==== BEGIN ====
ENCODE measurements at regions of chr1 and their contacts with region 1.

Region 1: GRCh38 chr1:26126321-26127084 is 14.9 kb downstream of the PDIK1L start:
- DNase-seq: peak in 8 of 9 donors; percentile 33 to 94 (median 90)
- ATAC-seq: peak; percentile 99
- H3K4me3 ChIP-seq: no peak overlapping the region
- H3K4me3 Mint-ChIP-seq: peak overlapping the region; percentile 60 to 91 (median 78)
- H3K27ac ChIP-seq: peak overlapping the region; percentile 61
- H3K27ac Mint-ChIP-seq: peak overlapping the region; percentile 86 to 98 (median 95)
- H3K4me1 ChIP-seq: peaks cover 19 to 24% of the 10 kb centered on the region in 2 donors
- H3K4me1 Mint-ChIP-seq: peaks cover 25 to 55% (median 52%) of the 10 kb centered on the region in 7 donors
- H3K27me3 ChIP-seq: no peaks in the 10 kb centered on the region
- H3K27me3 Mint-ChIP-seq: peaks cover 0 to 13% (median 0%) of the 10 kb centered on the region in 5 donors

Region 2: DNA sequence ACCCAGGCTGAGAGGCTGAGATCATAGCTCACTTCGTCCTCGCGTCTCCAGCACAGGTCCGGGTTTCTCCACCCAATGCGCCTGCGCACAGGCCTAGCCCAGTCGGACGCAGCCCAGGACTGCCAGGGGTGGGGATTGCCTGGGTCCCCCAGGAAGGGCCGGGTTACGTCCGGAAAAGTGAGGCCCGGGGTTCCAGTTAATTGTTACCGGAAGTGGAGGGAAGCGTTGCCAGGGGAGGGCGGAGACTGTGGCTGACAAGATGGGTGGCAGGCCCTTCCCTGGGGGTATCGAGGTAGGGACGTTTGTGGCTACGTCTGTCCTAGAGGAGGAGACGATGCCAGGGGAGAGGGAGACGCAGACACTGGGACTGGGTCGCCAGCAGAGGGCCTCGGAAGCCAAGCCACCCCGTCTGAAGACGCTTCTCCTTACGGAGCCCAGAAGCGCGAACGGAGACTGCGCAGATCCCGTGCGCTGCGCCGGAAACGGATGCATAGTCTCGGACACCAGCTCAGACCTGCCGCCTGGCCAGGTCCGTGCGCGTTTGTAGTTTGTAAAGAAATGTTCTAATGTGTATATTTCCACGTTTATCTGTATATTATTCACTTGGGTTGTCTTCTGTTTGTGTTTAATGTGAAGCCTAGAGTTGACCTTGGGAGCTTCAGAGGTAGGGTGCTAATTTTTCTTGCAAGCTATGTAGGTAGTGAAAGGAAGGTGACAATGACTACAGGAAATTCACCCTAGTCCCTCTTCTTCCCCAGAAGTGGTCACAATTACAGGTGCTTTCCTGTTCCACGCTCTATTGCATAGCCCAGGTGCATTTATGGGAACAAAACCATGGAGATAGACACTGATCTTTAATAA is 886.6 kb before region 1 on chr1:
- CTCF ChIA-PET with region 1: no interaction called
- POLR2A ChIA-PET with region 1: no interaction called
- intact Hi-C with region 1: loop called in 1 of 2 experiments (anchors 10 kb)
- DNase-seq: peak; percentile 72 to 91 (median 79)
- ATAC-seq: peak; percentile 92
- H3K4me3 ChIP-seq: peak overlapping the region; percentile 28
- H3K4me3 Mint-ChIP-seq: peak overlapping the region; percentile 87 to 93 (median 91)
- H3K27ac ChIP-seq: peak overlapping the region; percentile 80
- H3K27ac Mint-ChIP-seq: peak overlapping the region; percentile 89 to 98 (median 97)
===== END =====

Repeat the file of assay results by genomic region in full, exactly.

ENCODE measurements at regions of chr1 and their contacts with region 1.

Region 1: GRCh38 chr1:26126321-26127084 is 14.9 kb downstream of the PDIK1L start:
- DNase-seq: peak in 8 of 9 donors; percentile 33 to 94 (median 90)
- ATAC-seq: peak; percentile 99
- H3K4me3 ChIP-seq: no peak overlapping the region
- H3K4me3 Mint-ChIP-seq: peak overlapping the region; percentile 60 to 91 (median 78)
- H3K27ac ChIP-seq: peak overlapping the region; percentile 61
- H3K27ac Mint-ChIP-seq: peak overlapping the region; percentile 86 to 98 (median 95)
- H3K4me1 ChIP-seq: peaks cover 19 to 24% of the 10 kb centered on the region in 2 donors
- H3K4me1 Mint-ChIP-seq: peaks cover 25 to 55% (median 52%) of the 10 kb centered on the region in 7 donors
- H3K27me3 ChIP-seq: no peaks in the 10 kb centered on the region
- H3K27me3 Mint-ChIP-seq: peaks cover 0 to 13% (median 0%) of the 10 kb centered on the region in 5 donors

Region 2: DNA sequence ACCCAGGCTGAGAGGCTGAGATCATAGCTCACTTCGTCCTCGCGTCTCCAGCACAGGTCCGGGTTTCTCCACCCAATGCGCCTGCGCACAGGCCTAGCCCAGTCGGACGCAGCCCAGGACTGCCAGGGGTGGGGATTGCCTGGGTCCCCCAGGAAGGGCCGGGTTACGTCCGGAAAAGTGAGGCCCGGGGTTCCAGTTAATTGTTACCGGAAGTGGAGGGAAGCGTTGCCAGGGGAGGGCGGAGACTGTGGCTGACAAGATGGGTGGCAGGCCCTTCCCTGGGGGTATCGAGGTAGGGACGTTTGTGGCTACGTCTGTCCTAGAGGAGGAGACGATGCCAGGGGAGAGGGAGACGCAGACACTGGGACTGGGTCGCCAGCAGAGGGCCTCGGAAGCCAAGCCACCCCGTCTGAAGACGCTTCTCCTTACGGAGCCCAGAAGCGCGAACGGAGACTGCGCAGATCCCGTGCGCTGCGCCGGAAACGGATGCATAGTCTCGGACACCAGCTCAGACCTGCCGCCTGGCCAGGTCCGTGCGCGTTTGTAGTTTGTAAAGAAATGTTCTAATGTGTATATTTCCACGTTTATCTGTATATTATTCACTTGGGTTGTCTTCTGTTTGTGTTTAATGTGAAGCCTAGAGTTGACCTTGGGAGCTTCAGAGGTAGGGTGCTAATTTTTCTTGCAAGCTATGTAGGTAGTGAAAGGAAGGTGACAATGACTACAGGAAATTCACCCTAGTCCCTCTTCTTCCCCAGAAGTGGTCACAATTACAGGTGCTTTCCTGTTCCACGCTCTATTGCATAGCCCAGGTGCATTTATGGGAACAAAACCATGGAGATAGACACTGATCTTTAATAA is 886.6 kb before region 1 on chr1:
- CTCF ChIA-PET with region 1: no interaction called
- POLR2A ChIA-PET with region 1: no interaction called
- intact Hi-C with region 1: loop called in 1 of 2 experiments (anchors 10 kb)
- DNase-seq: peak; percentile 72 to 91 (median 79)
- ATAC-seq: peak; percentile 92
- H3K4me3 ChIP-seq: peak overlapping the region; percentile 28
- H3K4me3 Mint-ChIP-seq: peak overlapping the region; percentile 87 to 93 (median 91)
- H3K27ac ChIP-seq: peak overlapping the region; percentile 80
- H3K27ac Mint-ChIP-seq: peak overlapping the region; percentile 89 to 98 (median 97)